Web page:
Because of the impact of the COVID-19 pandemic, we did not have time to implement the full biological circuit that we designed (we were not allowed to leave the dorms during the surge of COVID-19 cases in Fujian Province and all our classes were switched to online format). In order to show that our design could work in theory, we created a simple model to simulate the results of our full circuit.

Model description

In our biological circuit design, we use an optogenetic switch Cre-VVD to control the transcription of genes gadB and ϕX174e, which then can be translated into proteins GadB and ϕX174E. GadB catalyzes the conversion of glutamate to GABA and ϕX174E induces cell lysis. Before we start to construct the whole circuit, we would like to first test whether this design could work as expected, that is, when light is present, GABA will be constantly produced intracellularly and then be released into the extracellular environment in a cyclical fashion.

There are multiple factors that require careful consideration (proportion of cells that are remained after each lysis, the level of GABA released after each lysis, etc.), which is why we utilize a mathematical model to help us understand the dynamics of our circuit.

Note that in our complete circuit design, we have a light-generating module to provide blue light for the optogenetic switch. However, we do not put this module in our model for the following two reasons: 1) simplicity; 2) in our future implementation, we would like to have sunlight to turn on our optogenetic switch instead of using an internal light source.

We used SimBiology of Matlab to build our model. In our simplified model, DNA can generate protein in a single reaction at a constant rate. DNA-nCre-VVD and DNA-cCre-VVD make Protein-nCre-VVD and Protein-cCre-VVD, respectively. Then when light is present (light is viewed as an input as well), Protein-nCre-VVD and Protein-cCre-VVD plus light can generate Protein-Cre-VVD. This can then bind with DNA-gadB-phiX174e to generate protein GadB and protein phiX174E. GadB then binds glutamate and this reaction generates GadB and intraGABA. When [phiX174E] reaches a certain threshold, some of the cells lyse and produce extraGABA from intraGABA.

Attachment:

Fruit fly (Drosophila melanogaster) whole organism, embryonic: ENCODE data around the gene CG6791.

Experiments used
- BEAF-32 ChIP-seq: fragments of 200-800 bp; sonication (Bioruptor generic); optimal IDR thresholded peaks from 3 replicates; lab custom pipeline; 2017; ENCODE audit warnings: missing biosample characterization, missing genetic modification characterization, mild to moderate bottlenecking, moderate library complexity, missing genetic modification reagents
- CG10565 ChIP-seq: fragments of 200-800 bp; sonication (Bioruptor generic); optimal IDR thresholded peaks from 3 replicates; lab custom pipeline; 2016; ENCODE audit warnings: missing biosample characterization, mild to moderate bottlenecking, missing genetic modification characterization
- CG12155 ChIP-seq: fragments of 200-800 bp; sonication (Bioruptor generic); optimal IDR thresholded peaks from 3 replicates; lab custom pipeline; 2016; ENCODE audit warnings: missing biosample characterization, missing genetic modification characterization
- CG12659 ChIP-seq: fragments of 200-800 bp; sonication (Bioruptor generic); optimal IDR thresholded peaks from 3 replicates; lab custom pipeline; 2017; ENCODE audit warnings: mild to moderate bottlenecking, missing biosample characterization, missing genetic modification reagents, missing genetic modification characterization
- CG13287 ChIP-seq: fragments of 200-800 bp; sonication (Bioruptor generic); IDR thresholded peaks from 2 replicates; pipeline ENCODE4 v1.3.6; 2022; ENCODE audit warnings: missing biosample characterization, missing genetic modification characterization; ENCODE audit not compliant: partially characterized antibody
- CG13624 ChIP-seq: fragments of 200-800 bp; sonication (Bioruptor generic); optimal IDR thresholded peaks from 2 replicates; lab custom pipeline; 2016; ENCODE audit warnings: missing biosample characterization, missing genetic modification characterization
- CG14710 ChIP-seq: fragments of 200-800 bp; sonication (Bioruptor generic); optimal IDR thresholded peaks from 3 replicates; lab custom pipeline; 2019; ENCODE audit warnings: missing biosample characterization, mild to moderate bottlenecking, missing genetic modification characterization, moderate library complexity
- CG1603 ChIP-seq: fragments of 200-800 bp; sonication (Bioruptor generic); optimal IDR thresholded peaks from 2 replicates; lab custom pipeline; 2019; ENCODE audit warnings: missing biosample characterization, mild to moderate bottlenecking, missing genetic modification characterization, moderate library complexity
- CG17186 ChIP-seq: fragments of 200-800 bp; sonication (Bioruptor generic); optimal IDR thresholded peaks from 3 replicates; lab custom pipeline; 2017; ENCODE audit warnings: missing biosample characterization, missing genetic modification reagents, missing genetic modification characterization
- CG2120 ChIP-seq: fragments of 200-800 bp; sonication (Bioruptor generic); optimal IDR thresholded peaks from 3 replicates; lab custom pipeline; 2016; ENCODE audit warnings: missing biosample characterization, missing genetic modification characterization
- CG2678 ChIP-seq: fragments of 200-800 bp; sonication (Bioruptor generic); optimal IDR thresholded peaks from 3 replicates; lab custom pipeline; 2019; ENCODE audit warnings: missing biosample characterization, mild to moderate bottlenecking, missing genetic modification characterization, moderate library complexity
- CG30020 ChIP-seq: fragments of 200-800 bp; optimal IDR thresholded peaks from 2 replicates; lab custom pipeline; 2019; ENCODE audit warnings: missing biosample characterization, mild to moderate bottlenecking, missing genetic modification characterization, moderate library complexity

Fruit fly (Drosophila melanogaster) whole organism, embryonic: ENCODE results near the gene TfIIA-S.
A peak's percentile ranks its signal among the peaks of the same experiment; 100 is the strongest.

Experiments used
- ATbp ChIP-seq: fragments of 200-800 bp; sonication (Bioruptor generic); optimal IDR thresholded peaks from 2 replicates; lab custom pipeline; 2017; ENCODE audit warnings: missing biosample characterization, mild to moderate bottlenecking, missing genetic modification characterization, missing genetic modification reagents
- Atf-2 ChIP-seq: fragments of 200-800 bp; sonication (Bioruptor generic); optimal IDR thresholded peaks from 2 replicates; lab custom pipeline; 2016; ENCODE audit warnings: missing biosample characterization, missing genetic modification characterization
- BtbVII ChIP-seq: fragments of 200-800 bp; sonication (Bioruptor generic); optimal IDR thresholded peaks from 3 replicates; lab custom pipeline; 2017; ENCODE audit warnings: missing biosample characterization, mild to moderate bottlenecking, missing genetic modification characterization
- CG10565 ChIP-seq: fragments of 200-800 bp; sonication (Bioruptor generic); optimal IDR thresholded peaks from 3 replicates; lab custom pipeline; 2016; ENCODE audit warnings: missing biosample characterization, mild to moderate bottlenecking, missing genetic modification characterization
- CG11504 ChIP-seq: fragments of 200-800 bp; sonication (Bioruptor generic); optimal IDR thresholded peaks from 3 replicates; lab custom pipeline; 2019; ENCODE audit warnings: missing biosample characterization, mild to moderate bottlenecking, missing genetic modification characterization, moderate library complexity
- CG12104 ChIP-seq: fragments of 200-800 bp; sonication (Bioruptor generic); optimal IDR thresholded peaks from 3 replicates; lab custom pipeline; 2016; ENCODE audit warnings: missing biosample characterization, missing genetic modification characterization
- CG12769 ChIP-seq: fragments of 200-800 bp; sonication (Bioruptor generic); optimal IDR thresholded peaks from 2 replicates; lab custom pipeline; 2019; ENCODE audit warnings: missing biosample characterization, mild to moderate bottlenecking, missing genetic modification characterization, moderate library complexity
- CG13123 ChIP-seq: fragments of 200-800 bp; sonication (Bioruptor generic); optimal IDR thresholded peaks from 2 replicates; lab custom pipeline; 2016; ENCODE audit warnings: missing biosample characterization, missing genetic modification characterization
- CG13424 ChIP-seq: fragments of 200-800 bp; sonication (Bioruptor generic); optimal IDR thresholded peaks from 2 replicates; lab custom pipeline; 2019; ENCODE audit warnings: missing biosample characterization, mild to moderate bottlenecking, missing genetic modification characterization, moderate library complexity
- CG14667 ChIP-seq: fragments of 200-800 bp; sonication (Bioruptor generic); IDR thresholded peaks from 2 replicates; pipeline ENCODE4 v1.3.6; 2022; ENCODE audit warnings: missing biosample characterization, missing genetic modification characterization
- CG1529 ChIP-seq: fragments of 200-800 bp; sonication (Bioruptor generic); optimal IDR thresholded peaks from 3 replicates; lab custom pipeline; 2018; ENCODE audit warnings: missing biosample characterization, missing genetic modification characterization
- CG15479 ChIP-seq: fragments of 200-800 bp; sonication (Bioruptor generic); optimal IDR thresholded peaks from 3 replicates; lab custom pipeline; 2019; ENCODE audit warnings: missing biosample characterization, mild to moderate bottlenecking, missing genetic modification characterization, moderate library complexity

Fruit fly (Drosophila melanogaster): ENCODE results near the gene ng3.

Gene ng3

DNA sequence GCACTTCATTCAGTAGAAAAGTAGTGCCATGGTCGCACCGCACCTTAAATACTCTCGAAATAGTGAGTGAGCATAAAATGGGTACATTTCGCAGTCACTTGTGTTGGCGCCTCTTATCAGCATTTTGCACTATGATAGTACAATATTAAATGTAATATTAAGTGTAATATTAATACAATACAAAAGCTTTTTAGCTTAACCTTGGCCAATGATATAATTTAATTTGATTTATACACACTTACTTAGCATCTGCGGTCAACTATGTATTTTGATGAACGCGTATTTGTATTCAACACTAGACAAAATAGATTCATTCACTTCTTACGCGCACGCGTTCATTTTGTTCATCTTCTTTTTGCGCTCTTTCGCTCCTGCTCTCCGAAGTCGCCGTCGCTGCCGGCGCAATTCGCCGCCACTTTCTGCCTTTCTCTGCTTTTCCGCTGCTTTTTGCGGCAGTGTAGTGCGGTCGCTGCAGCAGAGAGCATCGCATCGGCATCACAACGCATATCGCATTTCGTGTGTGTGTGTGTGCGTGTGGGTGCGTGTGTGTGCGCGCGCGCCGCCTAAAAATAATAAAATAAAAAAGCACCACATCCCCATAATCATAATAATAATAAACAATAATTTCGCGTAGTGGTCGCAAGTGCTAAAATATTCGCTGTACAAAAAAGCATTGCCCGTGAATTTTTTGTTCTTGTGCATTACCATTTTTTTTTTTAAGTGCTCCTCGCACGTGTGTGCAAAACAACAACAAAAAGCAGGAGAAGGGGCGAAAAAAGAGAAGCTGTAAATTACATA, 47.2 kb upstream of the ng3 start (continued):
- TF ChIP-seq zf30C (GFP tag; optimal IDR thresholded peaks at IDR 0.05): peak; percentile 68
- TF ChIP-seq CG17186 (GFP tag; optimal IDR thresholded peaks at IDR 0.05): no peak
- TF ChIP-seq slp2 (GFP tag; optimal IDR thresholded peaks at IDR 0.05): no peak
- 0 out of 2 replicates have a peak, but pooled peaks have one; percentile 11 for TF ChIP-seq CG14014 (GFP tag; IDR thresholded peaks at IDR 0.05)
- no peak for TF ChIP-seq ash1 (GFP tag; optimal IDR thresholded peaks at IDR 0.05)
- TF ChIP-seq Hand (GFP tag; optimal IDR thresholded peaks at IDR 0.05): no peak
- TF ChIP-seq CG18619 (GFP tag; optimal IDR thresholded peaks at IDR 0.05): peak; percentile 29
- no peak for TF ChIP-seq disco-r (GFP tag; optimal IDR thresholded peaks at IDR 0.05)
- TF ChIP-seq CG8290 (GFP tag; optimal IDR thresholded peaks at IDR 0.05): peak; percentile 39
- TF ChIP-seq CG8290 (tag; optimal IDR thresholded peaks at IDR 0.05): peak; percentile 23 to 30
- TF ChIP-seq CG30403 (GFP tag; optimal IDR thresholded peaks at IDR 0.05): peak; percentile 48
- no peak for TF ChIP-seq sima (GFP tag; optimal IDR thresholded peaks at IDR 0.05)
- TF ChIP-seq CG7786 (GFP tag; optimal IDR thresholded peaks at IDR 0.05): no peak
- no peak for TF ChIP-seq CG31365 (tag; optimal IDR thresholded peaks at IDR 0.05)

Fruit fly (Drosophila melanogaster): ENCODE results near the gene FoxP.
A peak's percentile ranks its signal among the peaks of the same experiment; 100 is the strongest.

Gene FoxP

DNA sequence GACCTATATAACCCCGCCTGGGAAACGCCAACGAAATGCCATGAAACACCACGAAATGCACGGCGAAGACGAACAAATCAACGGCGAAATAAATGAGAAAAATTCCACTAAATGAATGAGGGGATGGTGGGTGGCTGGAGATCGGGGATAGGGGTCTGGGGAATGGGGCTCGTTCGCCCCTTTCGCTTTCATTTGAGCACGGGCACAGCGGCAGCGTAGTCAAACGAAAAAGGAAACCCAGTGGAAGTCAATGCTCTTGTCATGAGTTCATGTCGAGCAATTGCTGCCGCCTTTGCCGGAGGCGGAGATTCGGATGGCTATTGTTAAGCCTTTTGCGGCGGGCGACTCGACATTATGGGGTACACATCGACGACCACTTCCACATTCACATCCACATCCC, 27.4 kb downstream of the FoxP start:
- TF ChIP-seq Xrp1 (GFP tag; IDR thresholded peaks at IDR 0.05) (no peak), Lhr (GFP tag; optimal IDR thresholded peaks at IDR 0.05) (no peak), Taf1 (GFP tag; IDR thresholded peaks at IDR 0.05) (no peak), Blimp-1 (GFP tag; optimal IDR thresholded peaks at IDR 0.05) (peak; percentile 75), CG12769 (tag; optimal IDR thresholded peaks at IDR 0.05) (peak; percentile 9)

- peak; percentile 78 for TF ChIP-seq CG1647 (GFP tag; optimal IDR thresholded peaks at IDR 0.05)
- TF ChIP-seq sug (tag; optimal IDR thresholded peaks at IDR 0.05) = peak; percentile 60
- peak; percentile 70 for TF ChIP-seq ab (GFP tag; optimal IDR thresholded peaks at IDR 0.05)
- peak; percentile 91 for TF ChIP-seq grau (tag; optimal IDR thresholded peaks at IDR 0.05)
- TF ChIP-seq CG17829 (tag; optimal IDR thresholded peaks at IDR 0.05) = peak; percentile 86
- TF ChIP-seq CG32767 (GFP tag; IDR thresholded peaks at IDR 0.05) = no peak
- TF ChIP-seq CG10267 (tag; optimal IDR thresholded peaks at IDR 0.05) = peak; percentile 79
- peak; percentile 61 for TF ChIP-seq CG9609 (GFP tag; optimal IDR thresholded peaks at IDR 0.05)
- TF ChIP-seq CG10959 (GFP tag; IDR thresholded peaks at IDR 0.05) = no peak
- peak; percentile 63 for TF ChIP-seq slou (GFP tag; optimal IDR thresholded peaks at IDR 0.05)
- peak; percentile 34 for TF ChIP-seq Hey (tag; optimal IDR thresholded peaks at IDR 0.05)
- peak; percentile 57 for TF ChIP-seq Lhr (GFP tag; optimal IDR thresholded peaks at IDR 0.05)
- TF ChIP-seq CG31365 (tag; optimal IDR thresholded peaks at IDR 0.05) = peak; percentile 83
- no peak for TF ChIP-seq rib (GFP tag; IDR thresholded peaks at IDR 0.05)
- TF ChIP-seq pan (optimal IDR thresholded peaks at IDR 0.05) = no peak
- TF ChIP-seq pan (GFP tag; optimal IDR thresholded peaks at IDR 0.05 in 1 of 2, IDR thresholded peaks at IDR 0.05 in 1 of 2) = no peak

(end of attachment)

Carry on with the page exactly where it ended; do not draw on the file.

Figure 1. A schematic view of our simplified model.

When we run our simulations, we make a few assumptions:
1. DNAs do not get diluted as we assume the plasmid copy numbers remain constant in cells.
2. Light is abundant in the system.
3. Enzymes such as Cre-VVD and GadB do not get consumed, but their concentrations will decrease after cell lysis.
4. Glutamate is abundant in the system.
5. When [phiX174E] >= a threshold concentration "L", "P" percent of cells lyse.
6. There are abundant resources for growth, and cells can keep growing and multiplying forever.

Based on the above assumptions, we created a SimBiology model with five reactions.
1. [DNA-cCre-VVD] -> [Protein-cCre-VVD]
2. [DNA-nCre-VVD] -> [Protein-nCre-VVD]
3. [Protein-nCre-VVD] + [Protein-cCre-VVD] + Light -> [Protein-Cre-VVD]
4. [DNA-gadB-phiX174e] + [Protein-Cre-VVD] -> [Protein-Cre-VVD] + [GadB] + [phiX174E]
5. [GadB] + [Glutamate] -> [intraGABA] + [GadB]
And when [phiX174E] >= L,
[extraGABA] = [extraGABA] + [intraGABA],
[intraGABA] = [intraGABA]*P,
[phiX174E] = [phiX174E]*P,
[GadB] = [GadB]*P,
[Protein-Cre-VVD] = [Protein-Cre-VVD]*P.

We then ran a simulation to track the changes of [extraGABA] along with other related [molecules].

Figure 1. Simulated results of the full circuit.

As we can see in the simulation, the concentration of extraGABA increases over time as cells keep producing intraGABA and get lysed when [phiX174E] hits the threshold. After hitting the threshold, protein concentrations decrease, and [extraGABA] remains constant until [phiX174E] hits the threshold again. Note that [GadB] is exactly the same as [phiX174E] in our simulation as they are bicistronically expressed. This cycle just keeps repeating in our ideal cell growth setting while [extraGABA] keeps increasing. This simple simulated result suggests that our current biological circuit design should work in theory and the cells will keep pumping out GABA to the extracellular environment when the light is present.

However, when light is limited, [extraGABA] will increase initially; but after [Protein-Cre-VVD] decreases over time (no light, no more new Protein-Cre-VVD) because of cell division, [extraGABA] will remain constant while concentrations of all the other related molecules decrease (no Protein-Cre-VVD, no more new GadB and phiX174E).

Figure 2. Simulated results of the full circuit when light only exists for a short time.
In summary, we demonstrate that our biological circuit can work as expected in theory and release GABA into the extracellular environment when light is present. Our future plan includes characterizing the modules individually to measure the parameters that we use in this model in order to get more realistic simulation results; we also plan to test the whole circuit in cells to see whether the actual results are consistent with the simulations.


[1]Din, M.O., T. Danino, A. Prindle, et al., Synchronized cycles of bacterial lysis for in vivo delivery. Nature, 2016. 536(7614): p. 81-85.